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Community Care Durham: Improving Health Care

James Meloche, Presentation to CCD 2013 AGM

James Meloche

on 21 June 2013

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Transcript of Community Care Durham: Improving Health Care

CCD & Central East LHIN
2013-2016 Integrated Health Service Plan
Community Care Durham:
Our Partner in Improving the Health Care Experience

Setting System Level Goals to Achieve the Triple Aim
A Focus on Seniors
Providing alternatives and better outcomes for older Ontarians and their caregivers
Health Links and Designing Care with Clients
Focusing on High-Users
Thinking and Doing Integration
The Hard Science of Improvement
The New Standard for Governance
Integration, Client-Driven Value and the Challenges of Governance.
Community First
1. defined pathways
3. standards
2. clear delivery system
care transitions
Standardize System.
Customize the Experience.
Mergers/Amalgamations: Changes to Governance & Mgmt
Partnerships: Back Office. Lead Organizations
Transfers of Service
We cannot improve and sustain health outcomes for seniors without re-examining, and where needed re-shaping, the foundations of the health care service delivery model.
Structural Re-Engineering
Electrical Engineering
Much of the focus in the current health care landscape is focuses on improving transitions in care.

The most common means to improve transitions is through collaboration and coordination between health service providers.

Great progress has been made in improved transitions through collaboration.
Is it Sustainable?
A significant challenge to sustaining collaboration:

Not always addressing the root of the problem
Changes in leadership focus & accountability
Organizational capacity to support ongoing oversight and quality improvement.
Admission & Discharge Predictability.
Care Coordination. Case Management.
Electronic Health Information Systems.
Defined accountability for what care is delivered, at what quality and cost, and by whom.
(language & outcomes)
Measurement. Outcomes.
Our current system doesn't always speak to its parts, and more often doesn't communicate (our be understood) with its end-user.
Central East LHIN has the largest number of seniors (65+) in the province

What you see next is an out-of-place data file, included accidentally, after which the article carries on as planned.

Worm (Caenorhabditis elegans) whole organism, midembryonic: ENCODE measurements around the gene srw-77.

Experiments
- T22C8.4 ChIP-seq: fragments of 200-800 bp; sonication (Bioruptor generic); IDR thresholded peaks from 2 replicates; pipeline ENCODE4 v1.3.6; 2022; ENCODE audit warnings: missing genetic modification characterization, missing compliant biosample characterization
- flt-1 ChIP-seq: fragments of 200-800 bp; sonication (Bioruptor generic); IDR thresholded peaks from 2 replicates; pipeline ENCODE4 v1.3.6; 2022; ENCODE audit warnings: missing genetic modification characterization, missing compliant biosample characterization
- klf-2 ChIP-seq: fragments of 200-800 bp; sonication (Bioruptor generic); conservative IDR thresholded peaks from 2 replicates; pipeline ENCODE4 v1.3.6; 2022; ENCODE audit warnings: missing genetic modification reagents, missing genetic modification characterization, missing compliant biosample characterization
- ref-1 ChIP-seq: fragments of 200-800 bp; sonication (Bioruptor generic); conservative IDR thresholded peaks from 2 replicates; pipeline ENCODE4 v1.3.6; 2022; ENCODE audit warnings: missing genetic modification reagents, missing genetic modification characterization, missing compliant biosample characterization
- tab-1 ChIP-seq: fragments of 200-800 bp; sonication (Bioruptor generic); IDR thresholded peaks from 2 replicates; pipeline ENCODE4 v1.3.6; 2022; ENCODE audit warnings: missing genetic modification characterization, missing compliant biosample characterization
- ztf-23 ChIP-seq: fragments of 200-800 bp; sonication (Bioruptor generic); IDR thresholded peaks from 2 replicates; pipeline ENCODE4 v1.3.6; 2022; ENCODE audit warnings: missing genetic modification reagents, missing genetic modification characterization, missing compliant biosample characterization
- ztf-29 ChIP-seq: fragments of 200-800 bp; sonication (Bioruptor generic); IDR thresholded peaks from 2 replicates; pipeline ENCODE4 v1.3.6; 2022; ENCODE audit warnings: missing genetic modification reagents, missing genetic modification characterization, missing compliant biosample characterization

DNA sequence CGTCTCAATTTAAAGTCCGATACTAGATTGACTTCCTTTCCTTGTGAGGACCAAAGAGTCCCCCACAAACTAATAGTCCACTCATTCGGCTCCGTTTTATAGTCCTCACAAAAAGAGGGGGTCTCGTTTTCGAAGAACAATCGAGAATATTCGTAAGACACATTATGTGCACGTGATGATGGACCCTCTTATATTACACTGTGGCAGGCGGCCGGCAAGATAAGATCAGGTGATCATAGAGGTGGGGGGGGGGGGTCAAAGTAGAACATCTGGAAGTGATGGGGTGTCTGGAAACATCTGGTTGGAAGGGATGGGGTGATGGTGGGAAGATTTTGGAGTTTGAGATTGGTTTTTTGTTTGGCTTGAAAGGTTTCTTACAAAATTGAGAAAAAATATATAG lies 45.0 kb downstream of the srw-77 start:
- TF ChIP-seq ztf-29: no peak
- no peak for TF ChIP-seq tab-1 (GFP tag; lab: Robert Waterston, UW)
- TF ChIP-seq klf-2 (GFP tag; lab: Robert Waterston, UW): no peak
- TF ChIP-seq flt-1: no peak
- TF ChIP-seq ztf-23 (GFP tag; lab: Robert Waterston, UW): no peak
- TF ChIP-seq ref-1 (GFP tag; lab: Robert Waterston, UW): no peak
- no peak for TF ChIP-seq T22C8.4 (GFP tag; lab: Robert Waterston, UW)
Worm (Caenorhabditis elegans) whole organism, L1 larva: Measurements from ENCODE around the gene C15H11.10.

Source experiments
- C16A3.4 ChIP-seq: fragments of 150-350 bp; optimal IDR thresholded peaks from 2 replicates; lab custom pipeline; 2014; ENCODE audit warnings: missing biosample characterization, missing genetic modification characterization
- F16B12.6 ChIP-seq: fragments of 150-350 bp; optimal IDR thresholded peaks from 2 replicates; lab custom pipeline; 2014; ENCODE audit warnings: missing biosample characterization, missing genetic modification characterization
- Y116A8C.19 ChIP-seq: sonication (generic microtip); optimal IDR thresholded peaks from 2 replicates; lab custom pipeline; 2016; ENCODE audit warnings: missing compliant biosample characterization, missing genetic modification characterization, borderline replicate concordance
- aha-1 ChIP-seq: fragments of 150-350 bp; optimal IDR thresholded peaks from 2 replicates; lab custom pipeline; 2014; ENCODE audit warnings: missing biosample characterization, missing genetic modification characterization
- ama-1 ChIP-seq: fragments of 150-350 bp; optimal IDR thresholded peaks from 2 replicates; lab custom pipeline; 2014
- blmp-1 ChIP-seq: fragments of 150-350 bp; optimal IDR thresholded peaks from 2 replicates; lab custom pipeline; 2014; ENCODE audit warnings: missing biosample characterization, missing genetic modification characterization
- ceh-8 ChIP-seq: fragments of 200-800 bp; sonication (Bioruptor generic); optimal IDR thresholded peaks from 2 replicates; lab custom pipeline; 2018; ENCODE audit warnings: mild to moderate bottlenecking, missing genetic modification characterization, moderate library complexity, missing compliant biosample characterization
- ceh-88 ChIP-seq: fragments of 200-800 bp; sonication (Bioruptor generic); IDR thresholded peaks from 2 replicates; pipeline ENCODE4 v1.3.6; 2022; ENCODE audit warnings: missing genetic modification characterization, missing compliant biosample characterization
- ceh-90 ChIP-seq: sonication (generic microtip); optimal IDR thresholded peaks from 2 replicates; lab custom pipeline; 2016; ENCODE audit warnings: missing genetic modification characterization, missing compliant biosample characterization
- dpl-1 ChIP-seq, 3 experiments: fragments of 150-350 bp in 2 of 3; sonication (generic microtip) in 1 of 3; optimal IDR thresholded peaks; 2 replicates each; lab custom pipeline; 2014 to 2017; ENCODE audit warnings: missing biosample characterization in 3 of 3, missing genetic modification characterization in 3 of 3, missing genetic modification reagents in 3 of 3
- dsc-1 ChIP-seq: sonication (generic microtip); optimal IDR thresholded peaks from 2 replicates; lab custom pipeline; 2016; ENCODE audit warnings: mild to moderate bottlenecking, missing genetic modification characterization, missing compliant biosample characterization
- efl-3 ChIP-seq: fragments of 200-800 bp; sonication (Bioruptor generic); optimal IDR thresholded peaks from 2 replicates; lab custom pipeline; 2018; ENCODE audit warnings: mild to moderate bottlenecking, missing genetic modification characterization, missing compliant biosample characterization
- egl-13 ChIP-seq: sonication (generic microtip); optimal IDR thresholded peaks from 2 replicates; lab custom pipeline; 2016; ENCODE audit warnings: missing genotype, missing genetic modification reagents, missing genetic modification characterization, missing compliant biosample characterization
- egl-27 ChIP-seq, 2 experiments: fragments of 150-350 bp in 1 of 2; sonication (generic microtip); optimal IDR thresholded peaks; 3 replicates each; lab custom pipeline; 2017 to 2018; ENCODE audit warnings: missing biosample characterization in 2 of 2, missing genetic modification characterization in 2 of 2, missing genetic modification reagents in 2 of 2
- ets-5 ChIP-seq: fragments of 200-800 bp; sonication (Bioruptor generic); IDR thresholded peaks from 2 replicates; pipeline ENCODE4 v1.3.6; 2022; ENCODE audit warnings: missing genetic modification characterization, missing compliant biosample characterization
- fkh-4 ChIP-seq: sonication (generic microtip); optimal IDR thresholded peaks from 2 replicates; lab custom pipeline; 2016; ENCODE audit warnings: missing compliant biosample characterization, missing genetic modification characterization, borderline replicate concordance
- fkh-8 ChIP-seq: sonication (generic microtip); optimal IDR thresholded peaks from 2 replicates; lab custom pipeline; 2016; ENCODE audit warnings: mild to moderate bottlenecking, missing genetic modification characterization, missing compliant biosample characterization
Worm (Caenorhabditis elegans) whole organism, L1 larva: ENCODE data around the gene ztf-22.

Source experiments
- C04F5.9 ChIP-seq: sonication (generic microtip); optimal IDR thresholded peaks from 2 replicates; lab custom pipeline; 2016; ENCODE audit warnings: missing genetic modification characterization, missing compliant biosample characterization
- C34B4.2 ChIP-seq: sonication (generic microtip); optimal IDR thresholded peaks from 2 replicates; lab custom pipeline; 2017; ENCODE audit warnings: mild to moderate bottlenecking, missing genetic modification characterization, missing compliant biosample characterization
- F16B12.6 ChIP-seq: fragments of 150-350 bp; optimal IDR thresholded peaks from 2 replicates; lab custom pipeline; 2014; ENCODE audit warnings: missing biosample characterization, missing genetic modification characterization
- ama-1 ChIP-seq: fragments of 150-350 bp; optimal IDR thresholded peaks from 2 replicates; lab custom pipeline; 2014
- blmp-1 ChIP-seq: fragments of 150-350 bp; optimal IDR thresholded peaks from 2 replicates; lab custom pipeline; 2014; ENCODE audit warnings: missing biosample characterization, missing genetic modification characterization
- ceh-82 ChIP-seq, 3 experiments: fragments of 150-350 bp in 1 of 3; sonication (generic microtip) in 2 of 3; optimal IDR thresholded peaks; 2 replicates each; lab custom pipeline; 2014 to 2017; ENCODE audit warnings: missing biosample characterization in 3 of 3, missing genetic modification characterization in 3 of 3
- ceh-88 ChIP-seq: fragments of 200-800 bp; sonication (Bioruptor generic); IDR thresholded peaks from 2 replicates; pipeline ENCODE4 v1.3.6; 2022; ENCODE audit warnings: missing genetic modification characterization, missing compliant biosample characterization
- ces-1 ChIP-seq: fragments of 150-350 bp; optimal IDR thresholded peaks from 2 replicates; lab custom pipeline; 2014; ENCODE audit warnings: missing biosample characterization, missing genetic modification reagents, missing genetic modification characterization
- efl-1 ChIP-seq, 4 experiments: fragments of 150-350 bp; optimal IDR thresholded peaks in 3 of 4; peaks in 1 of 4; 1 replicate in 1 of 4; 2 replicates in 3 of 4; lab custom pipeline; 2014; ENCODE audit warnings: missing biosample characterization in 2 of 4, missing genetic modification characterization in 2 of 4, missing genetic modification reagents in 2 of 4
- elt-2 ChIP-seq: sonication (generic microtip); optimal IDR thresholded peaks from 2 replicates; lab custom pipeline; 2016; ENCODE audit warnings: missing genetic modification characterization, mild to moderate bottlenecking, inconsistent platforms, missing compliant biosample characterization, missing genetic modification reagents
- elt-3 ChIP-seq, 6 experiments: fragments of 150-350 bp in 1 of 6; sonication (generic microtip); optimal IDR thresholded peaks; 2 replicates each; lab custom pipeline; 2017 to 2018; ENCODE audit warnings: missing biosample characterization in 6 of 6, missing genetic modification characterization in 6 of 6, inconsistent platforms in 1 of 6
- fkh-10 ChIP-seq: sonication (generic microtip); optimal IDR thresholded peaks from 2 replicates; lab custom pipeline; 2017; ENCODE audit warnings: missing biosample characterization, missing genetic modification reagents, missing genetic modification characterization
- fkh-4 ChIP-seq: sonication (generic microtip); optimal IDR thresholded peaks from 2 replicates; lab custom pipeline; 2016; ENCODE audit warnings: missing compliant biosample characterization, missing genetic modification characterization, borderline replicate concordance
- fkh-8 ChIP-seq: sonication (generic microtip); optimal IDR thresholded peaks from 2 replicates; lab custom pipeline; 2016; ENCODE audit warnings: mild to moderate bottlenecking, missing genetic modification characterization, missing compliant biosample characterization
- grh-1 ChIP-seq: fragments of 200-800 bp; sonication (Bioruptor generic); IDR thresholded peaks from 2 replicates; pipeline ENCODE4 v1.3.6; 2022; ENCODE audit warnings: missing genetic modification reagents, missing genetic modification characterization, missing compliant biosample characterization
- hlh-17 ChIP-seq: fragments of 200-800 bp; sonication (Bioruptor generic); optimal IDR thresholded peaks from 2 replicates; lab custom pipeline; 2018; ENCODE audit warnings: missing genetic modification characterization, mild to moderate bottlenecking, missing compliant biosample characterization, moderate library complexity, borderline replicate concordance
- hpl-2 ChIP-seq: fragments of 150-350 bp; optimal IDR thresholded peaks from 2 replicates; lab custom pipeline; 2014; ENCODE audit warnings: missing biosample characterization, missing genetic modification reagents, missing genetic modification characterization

Over the next 10 years we estimate the Central East LHIN’s frail population will increase by 25%, from 110,353 in 2011/12 to 137,530 in 2021/22 - 40% in Durham

7,604 people used 50% of CE LHIN’s inpatient hospital resources in 2011/12.
Of this group, 4,900 were seniors who spent an average of 43 days per person/year in hospital
Did You Know
Few seniors prefer Term Care compared to remaining at home.
123 of every 1000 Central East LHIN seniors aged 75+ require Long-Term Care, the third highest rate in Ontario.
ALL other LHINs have seen decline in demand.
Per capita supply of Long Term Care beds has decreased as a result of a growing seniors population.

Result: Wait time for long-term placement has increased
Why this Aim?
Ontario is introducing a new model of care at the clinical level where all providers in a community, including primary care, hospital, community care, are charged with coordinating plans at the patient level.

A Health Link will be:
person centred with strong mechanisms in place for the client voice:
focused on the high users initially;
designed around and accountable for system-level metrics;
accountable to the LHINs;
flexible and based on local need; and
required to involve primary care.
Health Links - Introduction

The Central East LHIN is proposing the establishment of 2 Health Links in Durham
North East Durham Health Link
West Durham Health Link

We expect to initiate the process in August/September 2013 for one of these Health Links

Community Care Durham will play an important role in both Durham Health Links!
Health Links in Durham
Expectations for Governance
Client Expectations
Deliver increasingly client-driven services with demonstrated quality
Anticipate and assist the transitions into and out of the point of care

LHIN/System Expectations
Align with Strategic Priorities of the LHIN
Look beyond organizational mandate and boundraries to improve outcomes for clients - Health Links
Be able to demonstrate value-for-money (Quality / Cost)
Adopt standardization imperatives on financial and service reporting, performance expectations, and client assessments (e.g., RAI-CH)
Your Story is Our Story
1974: A vision and blueprint for community-based services that help clients stay at home in their community
1975: Durham Region Social Planning Advisory Group accept the challenge of establishing a regional organization that would integrate services
1977: CCD is providing a comprehensive basket of services
2011 Home First: CCD partners with CCAC and Hospitals to provide coordinated discharge planning and enhanced services to people returning home after a hospital visit.
2011: CCD partners with CCAC to improved coordinated intake of community client referrals.
2012: CCD is the first to implement the Assisted Living for High Risk Seniors program in the Central East LHIN. Service is expanded 2012.
2013: CCD Participates in the Durham Community Health Services Integration, resulting in a expanded service delivery, reduced service duplication and improved system efficiency.
With no change, 3,400 additional Long-Term Care Beds required in 10 years
Standardize the System
Many of the barriers to integration are the legacies of provider driven-decisions customized to meet the needs of providers.

Customize the Experience
Integration will allow the system to respond to the unique needs of today and tomorrows health care client.
Full transcript